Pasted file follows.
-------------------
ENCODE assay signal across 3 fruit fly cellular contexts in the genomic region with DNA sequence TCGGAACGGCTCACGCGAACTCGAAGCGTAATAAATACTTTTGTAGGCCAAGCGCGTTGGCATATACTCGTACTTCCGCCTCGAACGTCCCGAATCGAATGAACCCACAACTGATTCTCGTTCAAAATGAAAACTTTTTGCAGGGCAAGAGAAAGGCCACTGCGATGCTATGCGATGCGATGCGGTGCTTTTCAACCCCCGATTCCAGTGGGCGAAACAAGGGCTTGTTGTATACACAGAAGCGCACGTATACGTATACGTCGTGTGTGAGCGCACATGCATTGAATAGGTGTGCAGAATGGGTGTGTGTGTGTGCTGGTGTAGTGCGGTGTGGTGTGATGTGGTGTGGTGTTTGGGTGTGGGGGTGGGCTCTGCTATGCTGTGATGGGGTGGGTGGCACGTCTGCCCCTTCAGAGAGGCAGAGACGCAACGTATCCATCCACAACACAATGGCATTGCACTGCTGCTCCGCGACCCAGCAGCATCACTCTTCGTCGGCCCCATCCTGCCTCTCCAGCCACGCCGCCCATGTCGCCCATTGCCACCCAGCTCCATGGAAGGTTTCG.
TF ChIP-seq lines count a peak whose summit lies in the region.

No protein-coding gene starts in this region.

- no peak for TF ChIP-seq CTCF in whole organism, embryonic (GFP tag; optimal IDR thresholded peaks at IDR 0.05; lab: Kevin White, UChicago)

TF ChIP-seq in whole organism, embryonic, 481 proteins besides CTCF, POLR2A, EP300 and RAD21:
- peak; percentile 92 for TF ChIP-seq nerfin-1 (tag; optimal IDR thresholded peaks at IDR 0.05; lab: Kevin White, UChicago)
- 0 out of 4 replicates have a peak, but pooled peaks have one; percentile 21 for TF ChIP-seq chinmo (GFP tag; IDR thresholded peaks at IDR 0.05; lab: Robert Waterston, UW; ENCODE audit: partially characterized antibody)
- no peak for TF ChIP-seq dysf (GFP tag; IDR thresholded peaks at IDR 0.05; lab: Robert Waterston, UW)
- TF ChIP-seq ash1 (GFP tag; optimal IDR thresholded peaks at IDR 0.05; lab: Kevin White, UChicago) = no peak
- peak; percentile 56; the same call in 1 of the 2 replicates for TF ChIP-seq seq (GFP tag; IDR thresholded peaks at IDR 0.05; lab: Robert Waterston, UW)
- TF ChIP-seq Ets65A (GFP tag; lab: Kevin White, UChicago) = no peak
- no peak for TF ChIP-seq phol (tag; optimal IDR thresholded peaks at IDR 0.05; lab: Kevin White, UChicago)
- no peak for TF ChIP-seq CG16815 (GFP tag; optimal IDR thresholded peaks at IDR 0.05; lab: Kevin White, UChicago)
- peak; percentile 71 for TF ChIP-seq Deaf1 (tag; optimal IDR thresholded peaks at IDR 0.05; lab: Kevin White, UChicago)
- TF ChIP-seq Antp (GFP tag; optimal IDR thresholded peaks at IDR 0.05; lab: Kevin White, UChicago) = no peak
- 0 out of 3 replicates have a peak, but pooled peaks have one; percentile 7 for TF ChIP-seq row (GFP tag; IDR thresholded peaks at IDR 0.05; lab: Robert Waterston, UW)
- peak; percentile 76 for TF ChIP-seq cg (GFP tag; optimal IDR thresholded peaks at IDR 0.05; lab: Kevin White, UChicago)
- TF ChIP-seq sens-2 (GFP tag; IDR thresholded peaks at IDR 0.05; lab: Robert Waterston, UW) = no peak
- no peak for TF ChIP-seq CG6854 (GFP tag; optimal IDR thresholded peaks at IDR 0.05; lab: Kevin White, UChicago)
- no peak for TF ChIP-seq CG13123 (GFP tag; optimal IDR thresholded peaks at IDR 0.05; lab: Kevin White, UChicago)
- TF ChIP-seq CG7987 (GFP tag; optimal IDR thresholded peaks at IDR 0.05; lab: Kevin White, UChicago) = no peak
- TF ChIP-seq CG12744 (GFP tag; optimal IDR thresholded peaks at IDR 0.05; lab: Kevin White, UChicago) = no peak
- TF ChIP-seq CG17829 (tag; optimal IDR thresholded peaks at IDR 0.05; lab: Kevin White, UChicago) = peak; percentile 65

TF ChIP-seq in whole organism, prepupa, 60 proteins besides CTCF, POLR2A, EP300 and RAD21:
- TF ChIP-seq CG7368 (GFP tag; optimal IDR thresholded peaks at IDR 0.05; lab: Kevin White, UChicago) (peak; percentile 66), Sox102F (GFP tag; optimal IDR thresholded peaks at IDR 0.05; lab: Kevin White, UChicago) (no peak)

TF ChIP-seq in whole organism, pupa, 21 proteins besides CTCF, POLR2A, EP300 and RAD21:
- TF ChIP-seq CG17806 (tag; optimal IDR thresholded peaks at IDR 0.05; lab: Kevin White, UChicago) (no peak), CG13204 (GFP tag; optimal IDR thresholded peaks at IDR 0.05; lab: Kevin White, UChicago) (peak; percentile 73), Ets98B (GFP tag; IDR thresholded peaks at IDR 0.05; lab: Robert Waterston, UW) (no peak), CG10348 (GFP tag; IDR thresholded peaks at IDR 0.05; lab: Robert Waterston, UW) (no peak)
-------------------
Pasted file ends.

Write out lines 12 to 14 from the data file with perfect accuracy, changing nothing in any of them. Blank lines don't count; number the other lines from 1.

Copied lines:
- no peak for TF ChIP-seq phol (tag; optimal IDR thresholded peaks at IDR 0.05; lab: Kevin White, UChicago)
- no peak for TF ChIP-seq CG16815 (GFP tag; optimal IDR thresholded peaks at IDR 0.05; lab: Kevin White, UChicago)
- peak; percentile 71 for TF ChIP-seq Deaf1 (tag; optimal IDR thresholded peaks at IDR 0.05; lab: Kevin White, UChicago)